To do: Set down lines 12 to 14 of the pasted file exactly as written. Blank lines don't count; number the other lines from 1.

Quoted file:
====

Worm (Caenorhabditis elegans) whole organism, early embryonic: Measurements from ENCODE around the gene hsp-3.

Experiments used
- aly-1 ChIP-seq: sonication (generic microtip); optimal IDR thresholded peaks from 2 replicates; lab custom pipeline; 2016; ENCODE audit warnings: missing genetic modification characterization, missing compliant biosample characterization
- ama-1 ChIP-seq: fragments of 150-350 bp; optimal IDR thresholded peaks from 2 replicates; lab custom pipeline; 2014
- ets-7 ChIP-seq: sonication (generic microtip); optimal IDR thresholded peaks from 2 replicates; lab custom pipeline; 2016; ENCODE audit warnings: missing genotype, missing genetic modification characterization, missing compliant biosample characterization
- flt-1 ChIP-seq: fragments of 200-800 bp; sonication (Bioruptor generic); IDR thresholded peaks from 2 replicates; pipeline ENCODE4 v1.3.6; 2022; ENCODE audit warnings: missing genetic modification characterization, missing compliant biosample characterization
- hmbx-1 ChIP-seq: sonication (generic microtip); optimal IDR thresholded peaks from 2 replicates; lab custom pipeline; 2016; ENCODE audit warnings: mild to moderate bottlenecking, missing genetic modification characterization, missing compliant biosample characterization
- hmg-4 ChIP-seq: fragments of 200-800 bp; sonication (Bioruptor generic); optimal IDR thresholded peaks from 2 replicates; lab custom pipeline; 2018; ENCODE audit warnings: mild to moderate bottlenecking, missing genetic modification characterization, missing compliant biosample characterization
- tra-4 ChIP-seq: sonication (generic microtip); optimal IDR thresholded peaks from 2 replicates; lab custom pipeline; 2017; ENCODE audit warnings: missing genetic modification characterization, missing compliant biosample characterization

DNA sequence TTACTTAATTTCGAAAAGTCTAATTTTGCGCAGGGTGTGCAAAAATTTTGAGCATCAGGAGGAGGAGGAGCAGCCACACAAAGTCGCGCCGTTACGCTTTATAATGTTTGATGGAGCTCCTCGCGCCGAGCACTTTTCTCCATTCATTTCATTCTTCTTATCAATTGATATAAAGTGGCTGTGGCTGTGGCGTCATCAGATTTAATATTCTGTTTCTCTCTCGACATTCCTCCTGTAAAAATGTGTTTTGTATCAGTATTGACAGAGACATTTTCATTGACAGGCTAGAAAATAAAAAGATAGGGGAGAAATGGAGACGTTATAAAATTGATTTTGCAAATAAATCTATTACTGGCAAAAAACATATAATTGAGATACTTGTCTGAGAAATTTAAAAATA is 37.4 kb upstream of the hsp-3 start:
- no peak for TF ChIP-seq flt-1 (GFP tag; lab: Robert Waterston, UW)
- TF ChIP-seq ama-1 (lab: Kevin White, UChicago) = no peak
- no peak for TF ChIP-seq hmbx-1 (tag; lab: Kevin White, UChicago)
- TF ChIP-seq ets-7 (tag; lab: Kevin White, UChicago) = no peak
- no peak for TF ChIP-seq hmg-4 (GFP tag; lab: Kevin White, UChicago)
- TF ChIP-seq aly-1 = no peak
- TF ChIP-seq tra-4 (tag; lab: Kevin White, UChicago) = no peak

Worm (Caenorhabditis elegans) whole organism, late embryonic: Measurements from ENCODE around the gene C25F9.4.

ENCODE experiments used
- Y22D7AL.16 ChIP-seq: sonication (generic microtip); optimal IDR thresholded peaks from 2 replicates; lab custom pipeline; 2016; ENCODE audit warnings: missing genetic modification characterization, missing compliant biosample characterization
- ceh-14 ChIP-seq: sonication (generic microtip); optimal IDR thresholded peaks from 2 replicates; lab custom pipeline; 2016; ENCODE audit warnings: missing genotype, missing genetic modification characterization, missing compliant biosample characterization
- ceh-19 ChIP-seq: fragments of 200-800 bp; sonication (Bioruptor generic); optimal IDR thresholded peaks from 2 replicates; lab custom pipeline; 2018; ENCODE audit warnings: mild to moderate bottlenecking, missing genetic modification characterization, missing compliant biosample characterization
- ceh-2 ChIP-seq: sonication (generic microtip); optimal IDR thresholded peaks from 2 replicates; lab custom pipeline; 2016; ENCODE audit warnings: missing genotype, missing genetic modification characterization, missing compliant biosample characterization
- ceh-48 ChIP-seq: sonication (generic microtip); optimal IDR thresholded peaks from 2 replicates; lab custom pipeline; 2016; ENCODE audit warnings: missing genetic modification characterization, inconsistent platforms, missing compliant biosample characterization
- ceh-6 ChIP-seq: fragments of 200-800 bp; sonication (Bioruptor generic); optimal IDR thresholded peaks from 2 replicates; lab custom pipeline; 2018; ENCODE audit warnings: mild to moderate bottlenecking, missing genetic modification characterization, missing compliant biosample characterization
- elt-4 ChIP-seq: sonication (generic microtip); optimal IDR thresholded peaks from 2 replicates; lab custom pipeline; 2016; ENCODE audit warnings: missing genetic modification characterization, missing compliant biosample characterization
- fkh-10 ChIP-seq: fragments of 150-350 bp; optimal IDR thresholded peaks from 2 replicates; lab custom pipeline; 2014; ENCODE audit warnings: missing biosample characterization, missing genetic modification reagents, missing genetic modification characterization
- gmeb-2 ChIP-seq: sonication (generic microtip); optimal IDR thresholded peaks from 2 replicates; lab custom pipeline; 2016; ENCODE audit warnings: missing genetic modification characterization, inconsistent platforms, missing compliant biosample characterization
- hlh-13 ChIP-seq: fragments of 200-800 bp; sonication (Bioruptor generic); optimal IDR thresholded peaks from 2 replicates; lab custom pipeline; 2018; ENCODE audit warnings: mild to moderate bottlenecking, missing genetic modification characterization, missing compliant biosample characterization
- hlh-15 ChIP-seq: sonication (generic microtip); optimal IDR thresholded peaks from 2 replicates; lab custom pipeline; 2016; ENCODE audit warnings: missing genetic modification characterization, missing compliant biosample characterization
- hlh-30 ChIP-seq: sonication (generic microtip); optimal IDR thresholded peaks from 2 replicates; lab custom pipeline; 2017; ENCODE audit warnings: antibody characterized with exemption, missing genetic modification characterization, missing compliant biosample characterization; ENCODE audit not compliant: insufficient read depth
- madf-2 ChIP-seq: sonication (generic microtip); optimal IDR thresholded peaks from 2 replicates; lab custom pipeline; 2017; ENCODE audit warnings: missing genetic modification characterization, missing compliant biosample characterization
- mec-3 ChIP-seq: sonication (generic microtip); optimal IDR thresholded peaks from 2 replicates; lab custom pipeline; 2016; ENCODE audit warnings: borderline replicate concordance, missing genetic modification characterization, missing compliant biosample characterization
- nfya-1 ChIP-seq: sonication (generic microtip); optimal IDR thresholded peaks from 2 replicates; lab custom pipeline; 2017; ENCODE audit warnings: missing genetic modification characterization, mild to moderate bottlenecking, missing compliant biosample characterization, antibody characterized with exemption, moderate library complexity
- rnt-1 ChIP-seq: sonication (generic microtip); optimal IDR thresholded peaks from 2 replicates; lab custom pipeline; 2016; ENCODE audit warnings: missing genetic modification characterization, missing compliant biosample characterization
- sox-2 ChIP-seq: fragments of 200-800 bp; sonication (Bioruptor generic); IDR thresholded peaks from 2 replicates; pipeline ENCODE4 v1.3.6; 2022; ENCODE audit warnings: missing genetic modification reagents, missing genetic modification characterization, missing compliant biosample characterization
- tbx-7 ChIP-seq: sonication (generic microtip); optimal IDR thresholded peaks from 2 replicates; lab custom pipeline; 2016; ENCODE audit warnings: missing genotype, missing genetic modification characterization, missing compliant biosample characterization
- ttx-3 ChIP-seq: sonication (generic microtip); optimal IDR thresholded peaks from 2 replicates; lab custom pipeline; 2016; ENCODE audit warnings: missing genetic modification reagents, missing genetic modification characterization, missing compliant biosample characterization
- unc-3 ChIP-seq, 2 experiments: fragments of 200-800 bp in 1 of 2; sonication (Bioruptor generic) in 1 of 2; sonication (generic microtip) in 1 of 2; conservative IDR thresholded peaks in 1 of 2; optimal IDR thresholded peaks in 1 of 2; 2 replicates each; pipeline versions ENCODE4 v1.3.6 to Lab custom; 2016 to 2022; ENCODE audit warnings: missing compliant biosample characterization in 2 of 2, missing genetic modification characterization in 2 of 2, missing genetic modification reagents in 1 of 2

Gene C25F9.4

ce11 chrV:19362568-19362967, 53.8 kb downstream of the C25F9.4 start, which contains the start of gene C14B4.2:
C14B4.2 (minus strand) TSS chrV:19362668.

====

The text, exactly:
- TF ChIP-seq ama-1 (lab: Kevin White, UChicago) = no peak
- no peak for TF ChIP-seq hmbx-1 (tag; lab: Kevin White, UChicago)
- TF ChIP-seq ets-7 (tag; lab: Kevin White, UChicago) = no peak